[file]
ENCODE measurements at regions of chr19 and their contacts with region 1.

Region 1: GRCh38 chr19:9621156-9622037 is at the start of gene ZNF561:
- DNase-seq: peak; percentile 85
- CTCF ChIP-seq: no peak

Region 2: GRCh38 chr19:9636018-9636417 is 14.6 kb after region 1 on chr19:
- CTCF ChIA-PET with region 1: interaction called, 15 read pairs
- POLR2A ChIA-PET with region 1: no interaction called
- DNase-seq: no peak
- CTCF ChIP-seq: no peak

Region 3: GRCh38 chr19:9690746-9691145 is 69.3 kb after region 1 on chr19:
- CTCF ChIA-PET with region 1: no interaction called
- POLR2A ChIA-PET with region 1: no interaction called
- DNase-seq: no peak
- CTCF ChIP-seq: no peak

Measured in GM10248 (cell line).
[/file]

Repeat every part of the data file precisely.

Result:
ENCODE measurements at regions of chr19 and their contacts with region 1.

Region 1: GRCh38 chr19:9621156-9622037 is at the start of gene ZNF561:
- DNase-seq: peak; percentile 85
- CTCF ChIP-seq: no peak

Region 2: GRCh38 chr19:9636018-9636417 is 14.6 kb after region 1 on chr19:
- CTCF ChIA-PET with region 1: interaction called, 15 read pairs
- POLR2A ChIA-PET with region 1: no interaction called
- DNase-seq: no peak
- CTCF ChIP-seq: no peak

Region 3: GRCh38 chr19:9690746-9691145 is 69.3 kb after region 1 on chr19:
- CTCF ChIA-PET with region 1: no interaction called
- POLR2A ChIA-PET with region 1: no interaction called
- DNase-seq: no peak
- CTCF ChIP-seq: no peak

Measured in GM10248 (cell line).